The Boring Company + Pumped Hydro: Proposal For Elon Musk — CleanTech Talk

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In this episode of our CleanTech Talk podcast interview series, Zach Shahan is back again with Michael Barnard, Chief Strategist of TFIE Strategy Inc and CleanTechnica contributor, to talk about one solution to current energy storage limitations: closed-loop pump storage hydropower. You can listen to the full conversation in the embedded player below. Below that embedded SoundCloud player is a brief summary of the topics covered, but tune into the podcast to follow the full discussion.

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When most people think of pumped storage, they think of putting a dam on a river and pumping water from below the dam to the top. In fact, as Mike explains, putting a dam on a river has huge environmental impacts, including changes in upstream and downstream ecosystems and carbon dioxide emissions from decomposing vegetation. Instead of blocking a river, closed-loop pumped-storage hydropower significantly reduces environmental impacts and dissipates much of the controversy surrounding hydropower and dams. Furthermore, Mike believes that for closed-loop pumped-storage hydropower, there is a hundred times more resource potential than our storage needs globally.

Image courtesy Department of Energy

Closed-loop pump storage hydropower is, as the Department of Energy describes, “a configuration of two water reservoirs at different elevations that can generate power (discharge) as water moves down through a turbine; this draws power as it pumps water (recharge) to the upper reservoir.” When the process is “closed loop,” these reservoirs are not connected to an “outside body of water.”

Mike’s big pitch to Elon Musk? Take Tesla’s energy storage work and combine it with the mining capabilities of The Boring Company. Mike believes this could be very complementary to the work Musk is already doing when it comes to the lithium-ion battery energy storage. Mike explains that if Musk leverages these two companies and gets into these systems, he could provide jobs for coal workers who would be well-suited to transition into these roles. Pumped-storage hydropower means they would still be working in rock, building reservoirs, dams and tunnels. Also, Mike notes that many of the places that coal miners live are also hilly or mountainous regions that could be the right geography for these systems.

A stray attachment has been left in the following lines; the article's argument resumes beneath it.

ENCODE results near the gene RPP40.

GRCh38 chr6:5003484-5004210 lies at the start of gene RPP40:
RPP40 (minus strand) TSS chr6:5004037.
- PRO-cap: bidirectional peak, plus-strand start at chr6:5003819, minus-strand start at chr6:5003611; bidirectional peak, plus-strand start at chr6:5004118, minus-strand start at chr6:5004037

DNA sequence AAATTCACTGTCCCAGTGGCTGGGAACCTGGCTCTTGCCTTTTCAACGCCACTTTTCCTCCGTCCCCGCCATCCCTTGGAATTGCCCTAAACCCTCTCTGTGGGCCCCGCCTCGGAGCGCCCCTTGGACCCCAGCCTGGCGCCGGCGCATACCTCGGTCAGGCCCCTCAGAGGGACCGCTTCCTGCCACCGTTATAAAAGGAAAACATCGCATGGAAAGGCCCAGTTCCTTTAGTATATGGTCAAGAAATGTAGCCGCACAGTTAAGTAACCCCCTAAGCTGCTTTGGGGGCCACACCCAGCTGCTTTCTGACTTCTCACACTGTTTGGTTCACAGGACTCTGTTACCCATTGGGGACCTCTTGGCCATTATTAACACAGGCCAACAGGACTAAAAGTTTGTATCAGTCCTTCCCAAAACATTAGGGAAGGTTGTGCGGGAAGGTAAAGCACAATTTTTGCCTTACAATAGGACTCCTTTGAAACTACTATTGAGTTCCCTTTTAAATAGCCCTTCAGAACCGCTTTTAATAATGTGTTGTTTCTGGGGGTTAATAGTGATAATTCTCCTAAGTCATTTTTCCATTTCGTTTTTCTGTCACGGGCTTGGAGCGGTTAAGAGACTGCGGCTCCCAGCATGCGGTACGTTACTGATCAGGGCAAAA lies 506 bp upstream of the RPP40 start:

Mike explains that Musk’s community has deep expertise in geotectonics, drilling, and tunnel-boring machines, plus an energy storage company. This overlap, Mike said, provides an interesting overlap that could prove conducive to successfully developing pumped hydropower systems. This trifecta of coal workers, Tesla energy storage products, and The Boring Company drilling tunnels already exists — so why aren’t more people doing this?

The two discuss the current challenges to these systems, including limitations of current tunnel-boring machines and regulatory barriers. In the USA, regulatory approvals even under an official expedited process still require three separate federal agencies to sign off before state regulatory concerns are addressed, according to Mike. This process, he said, takes 4 years and $15 million — the expedited, cheaper process. Then, the process of tunneling through rock takes a couple of years in itself, and Mike says this time commitment is outside the planning timelines of many states.

As Zach asks, “Is there any light at the end of the pumped hydro tunnel?” Mike explores some technology in the mining industry, such as oscillating disk technology. There are also promising stories out of Australia, where he believes the future of closed-loop pumped storage hydropower is already taking place. Ultimately, Mike hopes that Elon Musk will take Tesla Energy and The Boring Company and channel their strengths to employ old coal workers and solve the storage problem at a great profit for the United States and world.

To hear more on these topics, as well as hear Mike and Zach talk about what this technology could do on Mars, listen to the show!

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